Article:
Once again, the Japanese were found wanting towards the end, content most of the while to allow the Bahrainis to set the pace and hang back and wait. The other Bahrain man in the race, Aleme Bekle Gebre, also a former Ethiopian, was beaten on the straight by Japanese Yuki Sato whose finishing kick was not good enough to rattle Regassa but was powerful enough to push Gebre behind.


Bahrain won the women’s 5000m title also. Tejitu Daba Chalchissa clocked a meet record of 15:22.48 while beating two Japanese, Hitomi Niiya and Yuriko Kobayashi. The Bahraini, fourth at the World Junior last year, had broken away with over four and a half laps to go and she did not have any problem after that. The previous record of 15:25.65 was set by Ma Junren protege Wang Junxia in 1995.


Indian Kavita Raut, who had won the bronze at the Asian Games, could manage only the eighth place (16:23.06) this time.


Women’s Triple Jump produced a high-class contest despite the absence of continental record holder Olga Rypakova of Kazakhstan. Chinese Xie Limei, 2005 Asian champion and 2006 Asian Games champion, took the gold in a season best 14.54m.


Uzbek Valeriya Kanatova took the silver at 14.14m while Indian Mayookha Johny, who won the Long Jump gold on the first day, claimed the bronze with 14.11m, a centimeter above the qualification mark for the Worlds as well as the London Olympics.


Johny was elated that she at last had the standard that she had aimed for in Long Jump also without success.


In the 400m Hurdles, Japan could have produced its first one-two-three sweep had not Takayuki Kishimoto been disqualified for a false start. That happened to be one of the two disqualifications in that race, the other being Qatari Hassan Aman Salmeen.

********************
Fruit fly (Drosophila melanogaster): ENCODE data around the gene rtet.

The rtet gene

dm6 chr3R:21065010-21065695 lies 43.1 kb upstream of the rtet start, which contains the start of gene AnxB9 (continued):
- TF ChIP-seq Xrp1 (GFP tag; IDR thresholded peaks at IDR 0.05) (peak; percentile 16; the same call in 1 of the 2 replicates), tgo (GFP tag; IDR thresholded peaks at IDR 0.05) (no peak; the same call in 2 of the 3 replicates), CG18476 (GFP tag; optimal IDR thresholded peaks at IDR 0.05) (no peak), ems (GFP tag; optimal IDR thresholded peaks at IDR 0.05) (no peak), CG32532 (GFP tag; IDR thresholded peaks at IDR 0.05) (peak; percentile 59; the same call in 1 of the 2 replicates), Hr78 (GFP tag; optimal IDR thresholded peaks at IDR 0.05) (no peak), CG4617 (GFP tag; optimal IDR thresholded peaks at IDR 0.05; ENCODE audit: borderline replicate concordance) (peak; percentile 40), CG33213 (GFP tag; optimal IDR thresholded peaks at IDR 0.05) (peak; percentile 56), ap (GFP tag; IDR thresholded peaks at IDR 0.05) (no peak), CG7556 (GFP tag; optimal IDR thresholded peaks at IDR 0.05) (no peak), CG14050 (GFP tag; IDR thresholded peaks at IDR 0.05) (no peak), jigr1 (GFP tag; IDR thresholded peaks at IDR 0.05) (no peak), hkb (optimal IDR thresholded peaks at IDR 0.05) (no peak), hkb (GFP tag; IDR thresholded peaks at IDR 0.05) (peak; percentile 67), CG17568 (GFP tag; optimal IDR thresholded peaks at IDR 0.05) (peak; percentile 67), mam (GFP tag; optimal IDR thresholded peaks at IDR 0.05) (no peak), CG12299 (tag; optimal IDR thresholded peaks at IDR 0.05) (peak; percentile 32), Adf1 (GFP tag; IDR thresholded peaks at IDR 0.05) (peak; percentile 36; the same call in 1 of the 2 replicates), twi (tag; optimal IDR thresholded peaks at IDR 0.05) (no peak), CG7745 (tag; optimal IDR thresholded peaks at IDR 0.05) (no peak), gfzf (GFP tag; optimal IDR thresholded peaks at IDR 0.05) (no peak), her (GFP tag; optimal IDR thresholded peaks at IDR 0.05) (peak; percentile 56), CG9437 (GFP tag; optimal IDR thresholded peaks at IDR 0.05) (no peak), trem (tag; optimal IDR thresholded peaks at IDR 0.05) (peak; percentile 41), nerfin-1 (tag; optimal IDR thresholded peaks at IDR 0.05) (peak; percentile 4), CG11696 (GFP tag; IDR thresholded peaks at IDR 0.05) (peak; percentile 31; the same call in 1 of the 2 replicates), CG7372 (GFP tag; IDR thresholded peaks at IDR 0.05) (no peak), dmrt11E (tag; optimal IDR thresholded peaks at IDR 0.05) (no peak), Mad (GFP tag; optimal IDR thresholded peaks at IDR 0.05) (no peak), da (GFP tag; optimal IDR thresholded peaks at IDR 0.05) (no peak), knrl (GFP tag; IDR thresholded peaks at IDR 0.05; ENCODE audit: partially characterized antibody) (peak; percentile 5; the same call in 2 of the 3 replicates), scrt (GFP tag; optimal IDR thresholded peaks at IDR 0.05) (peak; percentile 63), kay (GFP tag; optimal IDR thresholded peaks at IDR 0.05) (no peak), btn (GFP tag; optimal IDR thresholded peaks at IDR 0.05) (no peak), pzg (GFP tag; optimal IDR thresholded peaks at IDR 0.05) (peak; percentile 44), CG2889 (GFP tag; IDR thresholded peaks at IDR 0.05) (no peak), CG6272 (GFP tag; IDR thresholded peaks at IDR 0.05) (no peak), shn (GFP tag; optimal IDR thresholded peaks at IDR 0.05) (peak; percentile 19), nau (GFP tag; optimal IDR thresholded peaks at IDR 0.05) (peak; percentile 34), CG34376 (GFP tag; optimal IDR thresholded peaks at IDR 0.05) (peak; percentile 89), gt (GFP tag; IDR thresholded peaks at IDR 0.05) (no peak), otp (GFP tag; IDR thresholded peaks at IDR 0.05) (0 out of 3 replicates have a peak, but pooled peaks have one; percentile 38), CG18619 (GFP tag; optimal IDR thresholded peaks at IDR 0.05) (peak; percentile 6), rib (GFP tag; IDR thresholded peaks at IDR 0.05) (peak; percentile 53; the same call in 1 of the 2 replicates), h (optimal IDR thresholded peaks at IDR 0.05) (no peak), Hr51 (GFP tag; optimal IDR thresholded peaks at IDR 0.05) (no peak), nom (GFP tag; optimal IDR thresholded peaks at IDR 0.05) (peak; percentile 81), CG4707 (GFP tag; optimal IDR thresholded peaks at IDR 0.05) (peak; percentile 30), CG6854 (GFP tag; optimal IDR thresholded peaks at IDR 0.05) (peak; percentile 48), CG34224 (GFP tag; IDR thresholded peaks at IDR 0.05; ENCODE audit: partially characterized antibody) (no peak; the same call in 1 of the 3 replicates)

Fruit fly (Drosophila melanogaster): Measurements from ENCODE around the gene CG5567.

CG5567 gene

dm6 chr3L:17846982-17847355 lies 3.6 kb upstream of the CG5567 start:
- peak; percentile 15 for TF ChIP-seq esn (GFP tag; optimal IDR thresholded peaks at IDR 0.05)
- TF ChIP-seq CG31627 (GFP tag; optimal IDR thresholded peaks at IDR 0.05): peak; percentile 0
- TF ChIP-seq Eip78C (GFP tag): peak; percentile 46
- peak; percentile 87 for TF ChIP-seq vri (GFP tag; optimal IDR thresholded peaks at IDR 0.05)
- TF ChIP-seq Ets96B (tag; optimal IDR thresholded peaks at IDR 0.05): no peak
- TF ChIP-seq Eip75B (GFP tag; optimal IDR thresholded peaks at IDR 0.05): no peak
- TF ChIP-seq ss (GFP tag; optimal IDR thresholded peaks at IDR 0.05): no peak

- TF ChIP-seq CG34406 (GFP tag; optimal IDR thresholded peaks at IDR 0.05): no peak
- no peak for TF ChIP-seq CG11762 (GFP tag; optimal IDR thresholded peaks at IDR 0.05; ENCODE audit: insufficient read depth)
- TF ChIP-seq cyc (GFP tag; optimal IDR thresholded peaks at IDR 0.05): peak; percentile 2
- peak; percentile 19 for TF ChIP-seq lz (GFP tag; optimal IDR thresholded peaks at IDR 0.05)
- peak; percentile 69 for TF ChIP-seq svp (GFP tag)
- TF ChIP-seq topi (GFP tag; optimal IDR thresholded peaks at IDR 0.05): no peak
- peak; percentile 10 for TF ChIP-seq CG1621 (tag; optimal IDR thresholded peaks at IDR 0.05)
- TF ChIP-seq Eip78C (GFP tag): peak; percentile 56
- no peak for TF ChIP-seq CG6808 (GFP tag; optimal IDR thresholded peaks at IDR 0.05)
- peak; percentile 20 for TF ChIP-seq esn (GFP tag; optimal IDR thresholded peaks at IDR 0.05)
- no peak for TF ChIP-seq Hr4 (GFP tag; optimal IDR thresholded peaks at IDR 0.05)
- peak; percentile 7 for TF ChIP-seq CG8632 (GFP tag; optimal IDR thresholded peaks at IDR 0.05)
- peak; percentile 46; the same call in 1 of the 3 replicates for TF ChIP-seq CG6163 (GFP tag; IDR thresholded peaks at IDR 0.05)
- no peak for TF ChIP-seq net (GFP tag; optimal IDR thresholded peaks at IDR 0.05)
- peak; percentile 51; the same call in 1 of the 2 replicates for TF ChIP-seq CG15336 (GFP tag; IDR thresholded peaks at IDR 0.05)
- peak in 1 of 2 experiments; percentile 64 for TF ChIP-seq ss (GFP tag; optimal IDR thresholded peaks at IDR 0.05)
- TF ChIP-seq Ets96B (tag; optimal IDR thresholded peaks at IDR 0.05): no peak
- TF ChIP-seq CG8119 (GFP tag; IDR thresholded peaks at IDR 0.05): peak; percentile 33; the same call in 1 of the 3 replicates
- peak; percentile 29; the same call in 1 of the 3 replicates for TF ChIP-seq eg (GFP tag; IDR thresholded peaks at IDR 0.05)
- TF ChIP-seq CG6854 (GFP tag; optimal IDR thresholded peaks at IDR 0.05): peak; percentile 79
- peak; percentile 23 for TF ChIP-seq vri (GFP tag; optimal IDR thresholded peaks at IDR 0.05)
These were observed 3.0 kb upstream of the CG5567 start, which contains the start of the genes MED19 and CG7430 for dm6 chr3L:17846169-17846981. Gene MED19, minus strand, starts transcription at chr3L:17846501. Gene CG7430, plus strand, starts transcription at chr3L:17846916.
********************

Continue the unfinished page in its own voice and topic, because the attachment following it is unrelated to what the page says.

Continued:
Japanese Takatoshi Abe and Yuka Imezaki won the gold and silver in 49.64 and 50.22 respectively. Kishimoto had led the season charts with 49.27.


By an IAAF correspondent


Leading Results -


Men:

5000m: 1. Dejene Regassa Mootoma (Brn) 13:39.71 (CR), 2. Yuki Sato (Jpn) 13:40.78, 3. Alemu Bekele Gebre (Brn) 13:41.93.

400m hurdles: 1. Takatoshi Abe (Jpn) 49.64, 2. Yuta Imazeki (Jpn) 50.22, 3. Chen Chieh (Chn) 50.39.

High jump: 1. Mutaz Essa Barshim (Qat) 2.35 (CR), 2. Majid El Dein Ghazal (SYR) 2.28, 3. Wang Chen (Chn) 2.26.

Shot put: 1. Chang Ming-Huang (Tpe) 20.14 (CR), 2. Zhang Jun (Chn) 19.77, 3. Om Prakash Karhana (Ind) 19.47.

Hammer: 1. Ali Mohammed Al-Zankawi (Kuw) 73.73, 2. Hiroshi Noguchi (Jpn) 70.89, 3. Hiroaki Doi (Jpn) 70.69;


Women:

5000m: 1. Tejitu Daba Chalchissa (Brn) 15:22.48 (CR), 2. Hitomi Niiya (Jpn) 15:34.19, 3. Yuriko Kobayashi (Jpn) 15:42.59.

400m hurdles: 1. Satomi Kubokura (Jpn) 56.52, 2. Yang Qi (Chn) 56.69, 3. Christine Merril (Sri) 57.30.

Triple jump: 1. Xie Limei (Chn) 14.54, 2. Valeriya Kanatova (Uzb) 14.14, 3. Mayookha Johny (Ind) 14.11.

Pole vault: 1. Wu Sha (Chn) 4.35, 2. Li Ling (Chn) 4.30, 3. Yunhee Choi (Kor) 4.00.

Heptathlon: 1. Wassana Winatho (Tha) 5710 pts, 2. Humie Takehara (Jpn) 5491, 3. Chie Kiriyama (Jpn) 5442.